Former leading New Zealand publisher and bookseller, and widely experienced judge of both the Commonwealth Writers Prize and the Montana New Zealand Book Awards, talks about what he is currently reading, what impresses him and what doesn't, along with chat about the international English language book scene, and links to sites of interest to booklovers.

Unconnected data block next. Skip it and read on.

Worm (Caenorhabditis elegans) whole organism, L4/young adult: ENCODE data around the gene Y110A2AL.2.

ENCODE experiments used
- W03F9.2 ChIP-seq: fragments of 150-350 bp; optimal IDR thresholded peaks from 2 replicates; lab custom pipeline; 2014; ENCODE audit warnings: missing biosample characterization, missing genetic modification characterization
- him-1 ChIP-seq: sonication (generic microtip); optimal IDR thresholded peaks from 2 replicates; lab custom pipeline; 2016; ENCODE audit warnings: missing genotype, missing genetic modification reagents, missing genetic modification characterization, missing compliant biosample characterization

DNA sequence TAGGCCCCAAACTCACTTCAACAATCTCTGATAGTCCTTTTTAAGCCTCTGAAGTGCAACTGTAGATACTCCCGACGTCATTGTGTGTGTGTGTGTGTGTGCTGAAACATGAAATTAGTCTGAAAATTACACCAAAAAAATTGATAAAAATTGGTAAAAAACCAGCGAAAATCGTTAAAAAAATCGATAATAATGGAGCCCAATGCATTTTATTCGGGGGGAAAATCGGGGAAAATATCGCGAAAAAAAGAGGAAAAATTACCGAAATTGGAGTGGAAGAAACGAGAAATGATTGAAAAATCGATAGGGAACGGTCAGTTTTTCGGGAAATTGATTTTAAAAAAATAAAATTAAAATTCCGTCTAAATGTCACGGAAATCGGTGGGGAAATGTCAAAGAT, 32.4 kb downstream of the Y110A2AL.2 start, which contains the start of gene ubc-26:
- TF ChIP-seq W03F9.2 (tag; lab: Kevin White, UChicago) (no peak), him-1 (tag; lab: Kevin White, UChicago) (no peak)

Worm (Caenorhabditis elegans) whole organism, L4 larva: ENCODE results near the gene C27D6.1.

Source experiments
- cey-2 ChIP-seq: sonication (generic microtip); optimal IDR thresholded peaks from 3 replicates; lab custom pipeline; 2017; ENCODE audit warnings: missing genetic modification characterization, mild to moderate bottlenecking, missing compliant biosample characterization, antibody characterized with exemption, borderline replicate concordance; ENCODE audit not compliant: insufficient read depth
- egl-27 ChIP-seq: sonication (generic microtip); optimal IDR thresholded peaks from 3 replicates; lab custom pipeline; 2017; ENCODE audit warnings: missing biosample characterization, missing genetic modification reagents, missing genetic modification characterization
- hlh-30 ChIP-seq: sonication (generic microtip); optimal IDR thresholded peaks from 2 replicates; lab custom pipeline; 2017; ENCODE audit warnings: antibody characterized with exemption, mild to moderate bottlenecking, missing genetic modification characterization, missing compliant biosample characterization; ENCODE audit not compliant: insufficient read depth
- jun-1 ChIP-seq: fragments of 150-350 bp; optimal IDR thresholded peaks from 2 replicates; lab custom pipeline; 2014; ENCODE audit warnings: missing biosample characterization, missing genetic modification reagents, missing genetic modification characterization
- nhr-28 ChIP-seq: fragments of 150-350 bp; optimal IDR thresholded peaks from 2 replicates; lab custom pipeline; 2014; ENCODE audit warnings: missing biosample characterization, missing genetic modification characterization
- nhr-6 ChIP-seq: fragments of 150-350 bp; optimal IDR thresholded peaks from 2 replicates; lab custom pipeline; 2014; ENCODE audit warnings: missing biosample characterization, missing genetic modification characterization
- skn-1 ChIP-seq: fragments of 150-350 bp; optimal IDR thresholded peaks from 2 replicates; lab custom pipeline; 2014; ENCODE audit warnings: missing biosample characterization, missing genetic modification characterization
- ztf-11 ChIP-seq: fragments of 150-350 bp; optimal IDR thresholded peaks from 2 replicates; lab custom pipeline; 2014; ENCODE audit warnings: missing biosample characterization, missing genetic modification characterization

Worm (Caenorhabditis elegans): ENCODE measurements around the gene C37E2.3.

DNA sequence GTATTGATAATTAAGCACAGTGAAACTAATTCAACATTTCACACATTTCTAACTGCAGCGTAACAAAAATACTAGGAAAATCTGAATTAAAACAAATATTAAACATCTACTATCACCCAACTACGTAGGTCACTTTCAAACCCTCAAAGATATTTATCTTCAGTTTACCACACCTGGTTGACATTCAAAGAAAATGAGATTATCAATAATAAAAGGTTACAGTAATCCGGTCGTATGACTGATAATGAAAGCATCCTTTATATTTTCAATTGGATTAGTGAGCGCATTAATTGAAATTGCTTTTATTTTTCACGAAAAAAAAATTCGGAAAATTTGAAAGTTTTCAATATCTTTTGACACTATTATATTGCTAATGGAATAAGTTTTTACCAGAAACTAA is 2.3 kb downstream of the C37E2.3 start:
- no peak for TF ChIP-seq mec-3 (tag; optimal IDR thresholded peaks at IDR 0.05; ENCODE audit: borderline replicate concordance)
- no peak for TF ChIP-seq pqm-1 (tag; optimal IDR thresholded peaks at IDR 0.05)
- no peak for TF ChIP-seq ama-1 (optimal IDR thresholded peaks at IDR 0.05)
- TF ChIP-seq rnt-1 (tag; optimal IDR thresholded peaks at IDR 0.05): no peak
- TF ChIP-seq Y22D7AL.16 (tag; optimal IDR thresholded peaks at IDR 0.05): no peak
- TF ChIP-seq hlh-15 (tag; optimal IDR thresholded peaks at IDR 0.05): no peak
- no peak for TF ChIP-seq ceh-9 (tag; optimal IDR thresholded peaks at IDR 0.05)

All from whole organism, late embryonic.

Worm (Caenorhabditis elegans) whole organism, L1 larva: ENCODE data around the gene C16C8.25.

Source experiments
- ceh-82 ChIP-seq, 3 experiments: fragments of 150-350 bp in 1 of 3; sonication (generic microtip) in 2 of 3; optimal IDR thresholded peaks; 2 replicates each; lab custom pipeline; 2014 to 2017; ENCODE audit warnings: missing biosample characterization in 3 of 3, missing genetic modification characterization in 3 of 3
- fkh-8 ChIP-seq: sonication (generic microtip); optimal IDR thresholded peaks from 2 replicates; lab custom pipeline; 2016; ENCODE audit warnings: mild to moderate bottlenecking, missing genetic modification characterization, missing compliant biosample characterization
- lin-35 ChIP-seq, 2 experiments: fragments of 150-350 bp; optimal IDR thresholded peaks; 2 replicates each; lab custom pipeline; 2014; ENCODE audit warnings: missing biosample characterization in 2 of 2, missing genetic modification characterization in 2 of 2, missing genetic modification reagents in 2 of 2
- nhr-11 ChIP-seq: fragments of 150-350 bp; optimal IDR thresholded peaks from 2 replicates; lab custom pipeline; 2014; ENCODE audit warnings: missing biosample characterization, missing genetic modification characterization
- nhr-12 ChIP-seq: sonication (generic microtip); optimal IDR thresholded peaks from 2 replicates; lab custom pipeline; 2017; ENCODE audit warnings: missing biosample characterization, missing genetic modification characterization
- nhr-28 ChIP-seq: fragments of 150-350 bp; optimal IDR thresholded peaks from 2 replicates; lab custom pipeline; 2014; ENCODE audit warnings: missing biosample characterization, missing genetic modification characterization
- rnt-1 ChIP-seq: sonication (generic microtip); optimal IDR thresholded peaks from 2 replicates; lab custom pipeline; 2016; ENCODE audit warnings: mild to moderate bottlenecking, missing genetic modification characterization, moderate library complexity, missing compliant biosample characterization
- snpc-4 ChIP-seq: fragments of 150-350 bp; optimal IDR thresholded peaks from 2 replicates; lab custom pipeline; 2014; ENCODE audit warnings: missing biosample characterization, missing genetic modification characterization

Why would you go to the trouble of setting type letter by letter, line by line, page by page, as Dr John Holmes does, when you could print it almost instantly by computer? Charmian Smith talks to the 2012 printer-in-residence at the university library. If you are going to the trouble of printing something by hand on a letterpress, make sure it's worth printing, Dr John Holmes says. It's advice he was given as a student, when he was taking up what has proved to be a lifelong hobby. You don't want to spend all that time and effort printing something ephemeral like tickets for whist drives, he says although he admits he has printed tickets for his children's school plays. The Dunedin craft printer, who in his day job is Otago Southland medical officer of health, is this year's printer-in-residence in the Otakou Press Room at the University of Otago Library. He is printing Distractions, a booklet of poems by Dunedin poet Kevin Cunningham, a tribute publication to mark the 10th anniversary of his death. His widow, Prof Charlotte Paul, commissioned his friend and fellow poet Bill Manhire to select them and write the introduction. The book will include a keepsake, a separate page with poems about Cunningham by Bill Manhire and Alan Roddick, says Dr Donald Kerr, special collections librarian at the University of Otago. Growing up in the United Kingdom, Dr Holmes became fascinated by printing as a boy when he inherited a small press from his uncle. "I'd been taken to printing works and done school trips to see the newspaper, but in fact the letterpress printing was more interesting - the pe-dom, pe-dom of the letterpress rather than the circular press spinning of a newspaper," he says. Although improvements have been made to letterpresses through the centuries, the design dates back to Gutenberg in the 15th century. It uses moveable type, which is hand-set letter by letter, locked into the bed of the press, inked, and paper is pressed against it to form an impression. "[Printing] just takes you away. As a doctor you do different sorts of things, and I find it's a time when I can get away and think about things, but you can't think deeply because you have to concentrate on what you are setting - look at the text and set it and you are working upside down and back to front. You have to get the lines so they are the right length and the letters don't drop out when you pick them up. Then the challenge is to get it nicely printed, evenly inked and printed - you have to make sure it's lined up with the printing on the other side. Then you clean it all up and put it away, all the type in the right boxes so it's ready for the next page," he says. Full story at Otago Daily Times